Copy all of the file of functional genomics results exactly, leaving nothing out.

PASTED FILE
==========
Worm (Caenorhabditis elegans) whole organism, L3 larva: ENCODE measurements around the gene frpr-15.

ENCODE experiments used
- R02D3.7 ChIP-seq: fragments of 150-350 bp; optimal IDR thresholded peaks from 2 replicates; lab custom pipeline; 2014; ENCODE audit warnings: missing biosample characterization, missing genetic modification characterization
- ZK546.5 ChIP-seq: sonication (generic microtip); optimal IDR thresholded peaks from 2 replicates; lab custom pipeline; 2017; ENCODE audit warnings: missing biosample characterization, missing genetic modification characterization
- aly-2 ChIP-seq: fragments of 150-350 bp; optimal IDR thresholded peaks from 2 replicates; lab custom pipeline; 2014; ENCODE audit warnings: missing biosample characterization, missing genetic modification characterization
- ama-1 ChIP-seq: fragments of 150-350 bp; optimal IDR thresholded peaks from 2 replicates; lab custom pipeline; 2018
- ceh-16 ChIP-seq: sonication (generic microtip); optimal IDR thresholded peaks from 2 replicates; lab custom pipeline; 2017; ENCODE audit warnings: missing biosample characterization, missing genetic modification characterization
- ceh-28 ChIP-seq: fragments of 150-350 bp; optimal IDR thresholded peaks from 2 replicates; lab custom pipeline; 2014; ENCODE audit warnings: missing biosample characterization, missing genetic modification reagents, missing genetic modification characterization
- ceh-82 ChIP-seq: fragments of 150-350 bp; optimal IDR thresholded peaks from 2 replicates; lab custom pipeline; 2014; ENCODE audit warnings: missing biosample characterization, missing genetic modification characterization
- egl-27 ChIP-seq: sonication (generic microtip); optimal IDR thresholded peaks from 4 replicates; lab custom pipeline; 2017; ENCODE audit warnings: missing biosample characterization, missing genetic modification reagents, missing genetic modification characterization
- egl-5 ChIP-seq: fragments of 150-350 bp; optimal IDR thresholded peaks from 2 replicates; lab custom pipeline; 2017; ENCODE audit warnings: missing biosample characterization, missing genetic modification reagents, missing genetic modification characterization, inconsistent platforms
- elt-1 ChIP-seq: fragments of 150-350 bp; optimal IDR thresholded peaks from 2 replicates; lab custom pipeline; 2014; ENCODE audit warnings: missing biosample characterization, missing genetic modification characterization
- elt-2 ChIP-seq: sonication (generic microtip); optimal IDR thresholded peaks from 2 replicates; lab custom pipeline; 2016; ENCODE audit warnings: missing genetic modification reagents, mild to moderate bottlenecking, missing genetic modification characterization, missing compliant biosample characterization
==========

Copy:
Worm (Caenorhabditis elegans) whole organism, L3 larva: ENCODE measurements around the gene frpr-15.

ENCODE experiments used
- R02D3.7 ChIP-seq: fragments of 150-350 bp; optimal IDR thresholded peaks from 2 replicates; lab custom pipeline; 2014; ENCODE audit warnings: missing biosample characterization, missing genetic modification characterization
- ZK546.5 ChIP-seq: sonication (generic microtip); optimal IDR thresholded peaks from 2 replicates; lab custom pipeline; 2017; ENCODE audit warnings: missing biosample characterization, missing genetic modification characterization
- aly-2 ChIP-seq: fragments of 150-350 bp; optimal IDR thresholded peaks from 2 replicates; lab custom pipeline; 2014; ENCODE audit warnings: missing biosample characterization, missing genetic modification characterization
- ama-1 ChIP-seq: fragments of 150-350 bp; optimal IDR thresholded peaks from 2 replicates; lab custom pipeline; 2018
- ceh-16 ChIP-seq: sonication (generic microtip); optimal IDR thresholded peaks from 2 replicates; lab custom pipeline; 2017; ENCODE audit warnings: missing biosample characterization, missing genetic modification characterization
- ceh-28 ChIP-seq: fragments of 150-350 bp; optimal IDR thresholded peaks from 2 replicates; lab custom pipeline; 2014; ENCODE audit warnings: missing biosample characterization, missing genetic modification reagents, missing genetic modification characterization
- ceh-82 ChIP-seq: fragments of 150-350 bp; optimal IDR thresholded peaks from 2 replicates; lab custom pipeline; 2014; ENCODE audit warnings: missing biosample characterization, missing genetic modification characterization
- egl-27 ChIP-seq: sonication (generic microtip); optimal IDR thresholded peaks from 4 replicates; lab custom pipeline; 2017; ENCODE audit warnings: missing biosample characterization, missing genetic modification reagents, missing genetic modification characterization
- egl-5 ChIP-seq: fragments of 150-350 bp; optimal IDR thresholded peaks from 2 replicates; lab custom pipeline; 2017; ENCODE audit warnings: missing biosample characterization, missing genetic modification reagents, missing genetic modification characterization, inconsistent platforms
- elt-1 ChIP-seq: fragments of 150-350 bp; optimal IDR thresholded peaks from 2 replicates; lab custom pipeline; 2014; ENCODE audit warnings: missing biosample characterization, missing genetic modification characterization
- elt-2 ChIP-seq: sonication (generic microtip); optimal IDR thresholded peaks from 2 replicates; lab custom pipeline; 2016; ENCODE audit warnings: missing genetic modification reagents, mild to moderate bottlenecking, missing genetic modification characterization, missing compliant biosample characterization